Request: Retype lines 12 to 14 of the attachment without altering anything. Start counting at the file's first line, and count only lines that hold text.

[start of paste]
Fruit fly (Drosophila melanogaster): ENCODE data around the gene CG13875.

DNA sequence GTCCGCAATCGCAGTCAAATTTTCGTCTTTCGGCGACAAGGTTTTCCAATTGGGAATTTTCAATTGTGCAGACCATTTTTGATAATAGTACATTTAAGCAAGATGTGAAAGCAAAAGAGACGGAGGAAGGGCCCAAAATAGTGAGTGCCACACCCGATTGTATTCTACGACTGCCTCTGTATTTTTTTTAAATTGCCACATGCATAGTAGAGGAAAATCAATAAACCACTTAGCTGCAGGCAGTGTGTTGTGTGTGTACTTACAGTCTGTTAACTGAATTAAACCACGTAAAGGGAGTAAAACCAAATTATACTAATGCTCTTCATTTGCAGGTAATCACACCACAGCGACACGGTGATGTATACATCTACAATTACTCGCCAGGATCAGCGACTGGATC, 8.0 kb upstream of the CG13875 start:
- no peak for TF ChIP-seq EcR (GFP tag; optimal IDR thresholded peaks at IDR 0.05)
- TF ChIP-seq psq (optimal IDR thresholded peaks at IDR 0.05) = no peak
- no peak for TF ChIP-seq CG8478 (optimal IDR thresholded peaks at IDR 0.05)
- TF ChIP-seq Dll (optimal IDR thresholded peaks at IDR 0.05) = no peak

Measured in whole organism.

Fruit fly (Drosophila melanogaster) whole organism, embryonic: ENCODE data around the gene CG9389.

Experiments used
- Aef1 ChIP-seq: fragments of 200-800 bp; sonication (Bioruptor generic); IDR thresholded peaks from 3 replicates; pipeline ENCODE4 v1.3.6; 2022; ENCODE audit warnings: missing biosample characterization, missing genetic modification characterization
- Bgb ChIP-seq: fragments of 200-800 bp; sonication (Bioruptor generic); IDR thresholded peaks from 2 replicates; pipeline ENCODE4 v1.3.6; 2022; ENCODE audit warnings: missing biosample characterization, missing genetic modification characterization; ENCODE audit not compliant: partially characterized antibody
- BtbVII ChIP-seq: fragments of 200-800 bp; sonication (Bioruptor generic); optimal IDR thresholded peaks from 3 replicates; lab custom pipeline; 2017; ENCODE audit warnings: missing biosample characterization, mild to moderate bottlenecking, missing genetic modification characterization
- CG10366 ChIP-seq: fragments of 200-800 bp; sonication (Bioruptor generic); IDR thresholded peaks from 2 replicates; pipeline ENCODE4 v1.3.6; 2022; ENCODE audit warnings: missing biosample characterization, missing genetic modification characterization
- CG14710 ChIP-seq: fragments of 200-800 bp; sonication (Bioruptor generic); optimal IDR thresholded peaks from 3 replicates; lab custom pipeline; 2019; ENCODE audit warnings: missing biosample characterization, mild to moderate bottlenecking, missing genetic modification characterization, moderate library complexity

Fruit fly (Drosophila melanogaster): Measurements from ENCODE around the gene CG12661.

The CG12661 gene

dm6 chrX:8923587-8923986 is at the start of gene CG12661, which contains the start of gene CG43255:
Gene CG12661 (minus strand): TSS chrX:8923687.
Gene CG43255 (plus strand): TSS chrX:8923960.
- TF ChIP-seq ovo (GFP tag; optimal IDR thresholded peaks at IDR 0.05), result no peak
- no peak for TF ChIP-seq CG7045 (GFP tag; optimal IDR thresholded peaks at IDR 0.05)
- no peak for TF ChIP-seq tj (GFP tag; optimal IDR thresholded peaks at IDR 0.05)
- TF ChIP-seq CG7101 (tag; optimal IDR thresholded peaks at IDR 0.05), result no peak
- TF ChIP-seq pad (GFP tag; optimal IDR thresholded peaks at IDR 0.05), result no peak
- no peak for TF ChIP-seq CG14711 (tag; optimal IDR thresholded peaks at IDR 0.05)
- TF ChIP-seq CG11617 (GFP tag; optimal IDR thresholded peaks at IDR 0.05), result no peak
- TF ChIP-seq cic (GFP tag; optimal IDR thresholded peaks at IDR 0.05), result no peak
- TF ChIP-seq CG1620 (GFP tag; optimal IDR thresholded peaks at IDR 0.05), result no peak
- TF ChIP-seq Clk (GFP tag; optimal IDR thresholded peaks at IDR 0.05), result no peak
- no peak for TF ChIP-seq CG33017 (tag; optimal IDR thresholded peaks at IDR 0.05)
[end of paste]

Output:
- BtbVII ChIP-seq: fragments of 200-800 bp; sonication (Bioruptor generic); optimal IDR thresholded peaks from 3 replicates; lab custom pipeline; 2017; ENCODE audit warnings: missing biosample characterization, mild to moderate bottlenecking, missing genetic modification characterization
- CG10366 ChIP-seq: fragments of 200-800 bp; sonication (Bioruptor generic); IDR thresholded peaks from 2 replicates; pipeline ENCODE4 v1.3.6; 2022; ENCODE audit warnings: missing biosample characterization, missing genetic modification characterization
- CG14710 ChIP-seq: fragments of 200-800 bp; sonication (Bioruptor generic); optimal IDR thresholded peaks from 3 replicates; lab custom pipeline; 2019; ENCODE audit warnings: missing biosample characterization, mild to moderate bottlenecking, missing genetic modification characterization, moderate library complexity